But he was not Jim Buss’ guy. So when it came time to make a change Jim put his stamp on the organization. Not only is Jackson gone, Shaw never had a chance. But it goes deeper than that — 25-year Laker and assistant GM Ronnie Lester is gone. Rudy Garciduenas, the equipment manager since the Showtime era, is gone. Scouts are gone. Anyone considered a Jackson guy is gone.

Loyalty and tradition seemed to be gone, too. That’s what should make Lakers fans nervous. The disrespect of all things Phil Jackson — a guy who won the franchise five rings and made the Buss family much more rich — should make Lakers fans nervous.

I’m undecided on Jim Buss right now. The son of longtime owner Jerry Buss he has made some good calls we know of. For example, pushing to draft Andrew Bynum. But there are other questions now if the young Buss can be the steady hand that his father was. Jerry Buss was good at letting the basketball people make most of the basketball decisions and only stepping in on the biggest issues. Can Jim do that?

Hard to say, but if the franchise is going to continue it’s run of success, it comes down to Buss making mature decisions. And after the Shaw incident, Lakers fans should be a little nervous wondering if that will happen.

Craig Sager and his flashy suits return to All-Star weekend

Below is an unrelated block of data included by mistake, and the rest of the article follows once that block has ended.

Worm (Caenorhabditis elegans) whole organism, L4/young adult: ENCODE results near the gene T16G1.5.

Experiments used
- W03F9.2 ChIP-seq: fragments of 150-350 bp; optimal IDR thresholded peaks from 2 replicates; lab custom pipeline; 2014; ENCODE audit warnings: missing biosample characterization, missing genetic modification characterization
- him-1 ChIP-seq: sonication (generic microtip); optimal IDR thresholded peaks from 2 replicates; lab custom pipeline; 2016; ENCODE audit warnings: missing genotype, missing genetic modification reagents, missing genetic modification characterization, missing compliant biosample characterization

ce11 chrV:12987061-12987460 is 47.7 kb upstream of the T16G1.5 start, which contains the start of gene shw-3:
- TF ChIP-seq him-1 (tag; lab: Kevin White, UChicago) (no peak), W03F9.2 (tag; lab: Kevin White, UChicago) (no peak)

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TORONTO (AP) — The All-Star game in New York was a little less colorful last year.

Craig Sager, the TNT sideline reporter known for wearing flashy suits, missed the NBA’s annual midseason gala for the first time since he started doing them in 1988. Another bout with the leukemia he’s been battling for the last few years resurfaced, and Sager was forced to sit out while undergoing more treatments.

Sager considers the All-Star festivities the most important weekend of the season for him, and so it pained him to have to watch on television while receiving his treatments.

“It was hard for me not to be there, but I had to address my health,” Sager said. “To be able to get that in remission and be able to go through this year, it’s going to be extra special for me. I’ve really been looking forward to this a long time.”

That’s right. Sager is back for All-Star weekend in Toronto this year.

He spent the week leading up to it in Houston receiving his monthly treatment, which included a blood transfusion, to make sure he was healthy enough for the trip. Once he arrived in Canada, he was easy to spot.

“I just saw him,” Spurs coach and longtime foil Gregg Popovich said after the Western Conference team practiced on Saturday. “His suit spoke to me. It blinded me for a second.”

It’s been an emotional run for Sager, the longtime fixture at NBA games. He has needed two bone marrow transplants and still has to make those treks to Houston once a month. He has returned to the sideline for games this season and is feeling so well that he was scheduled to do both the Saturday night activities that include the 3-point shootout and the dunk contest as well as the game on Sunday.

“I feel great. Got my weight back. Got my strength back,” Sager said. “I’m back to playing golf.”

Two of his youngest children – daughter Riley and son Ryan – will be with him on the court this weekend serving as a ball boy and ball girl.

And of course, Sager will do a round with Popovich on television during a quarter break on Sunday. The two have turned the sideline interview into a passion play,